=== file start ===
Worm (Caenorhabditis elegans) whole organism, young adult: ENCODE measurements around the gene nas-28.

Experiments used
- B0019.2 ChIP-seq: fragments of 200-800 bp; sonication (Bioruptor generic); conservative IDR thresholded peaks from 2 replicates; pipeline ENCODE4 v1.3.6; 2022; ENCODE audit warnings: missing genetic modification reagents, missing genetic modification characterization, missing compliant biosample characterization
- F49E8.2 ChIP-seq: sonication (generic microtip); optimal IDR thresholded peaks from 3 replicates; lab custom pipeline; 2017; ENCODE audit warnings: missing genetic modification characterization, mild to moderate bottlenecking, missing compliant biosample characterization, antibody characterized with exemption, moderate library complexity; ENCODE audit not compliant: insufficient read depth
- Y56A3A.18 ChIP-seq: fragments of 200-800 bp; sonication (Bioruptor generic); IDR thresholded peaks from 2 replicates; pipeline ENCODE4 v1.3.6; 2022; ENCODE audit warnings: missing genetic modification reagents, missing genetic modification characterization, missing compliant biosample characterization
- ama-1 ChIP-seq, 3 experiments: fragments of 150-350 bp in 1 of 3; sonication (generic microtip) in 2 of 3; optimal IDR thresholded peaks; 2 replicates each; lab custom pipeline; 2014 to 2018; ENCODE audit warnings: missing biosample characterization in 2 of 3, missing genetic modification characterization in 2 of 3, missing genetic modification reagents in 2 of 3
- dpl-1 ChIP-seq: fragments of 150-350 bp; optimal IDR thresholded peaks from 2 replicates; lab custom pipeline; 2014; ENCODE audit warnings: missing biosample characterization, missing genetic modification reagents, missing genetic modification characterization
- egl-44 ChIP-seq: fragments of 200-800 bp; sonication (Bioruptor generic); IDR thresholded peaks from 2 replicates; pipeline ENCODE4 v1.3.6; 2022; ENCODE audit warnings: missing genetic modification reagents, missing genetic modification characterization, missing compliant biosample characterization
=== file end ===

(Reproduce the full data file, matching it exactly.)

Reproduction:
Worm (Caenorhabditis elegans) whole organism, young adult: ENCODE measurements around the gene nas-28.

Experiments used
- B0019.2 ChIP-seq: fragments of 200-800 bp; sonication (Bioruptor generic); conservative IDR thresholded peaks from 2 replicates; pipeline ENCODE4 v1.3.6; 2022; ENCODE audit warnings: missing genetic modification reagents, missing genetic modification characterization, missing compliant biosample characterization
- F49E8.2 ChIP-seq: sonication (generic microtip); optimal IDR thresholded peaks from 3 replicates; lab custom pipeline; 2017; ENCODE audit warnings: missing genetic modification characterization, mild to moderate bottlenecking, missing compliant biosample characterization, antibody characterized with exemption, moderate library complexity; ENCODE audit not compliant: insufficient read depth
- Y56A3A.18 ChIP-seq: fragments of 200-800 bp; sonication (Bioruptor generic); IDR thresholded peaks from 2 replicates; pipeline ENCODE4 v1.3.6; 2022; ENCODE audit warnings: missing genetic modification reagents, missing genetic modification characterization, missing compliant biosample characterization
- ama-1 ChIP-seq, 3 experiments: fragments of 150-350 bp in 1 of 3; sonication (generic microtip) in 2 of 3; optimal IDR thresholded peaks; 2 replicates each; lab custom pipeline; 2014 to 2018; ENCODE audit warnings: missing biosample characterization in 2 of 3, missing genetic modification characterization in 2 of 3, missing genetic modification reagents in 2 of 3
- dpl-1 ChIP-seq: fragments of 150-350 bp; optimal IDR thresholded peaks from 2 replicates; lab custom pipeline; 2014; ENCODE audit warnings: missing biosample characterization, missing genetic modification reagents, missing genetic modification characterization
- egl-44 ChIP-seq: fragments of 200-800 bp; sonication (Bioruptor generic); IDR thresholded peaks from 2 replicates; pipeline ENCODE4 v1.3.6; 2022; ENCODE audit warnings: missing genetic modification reagents, missing genetic modification characterization, missing compliant biosample characterization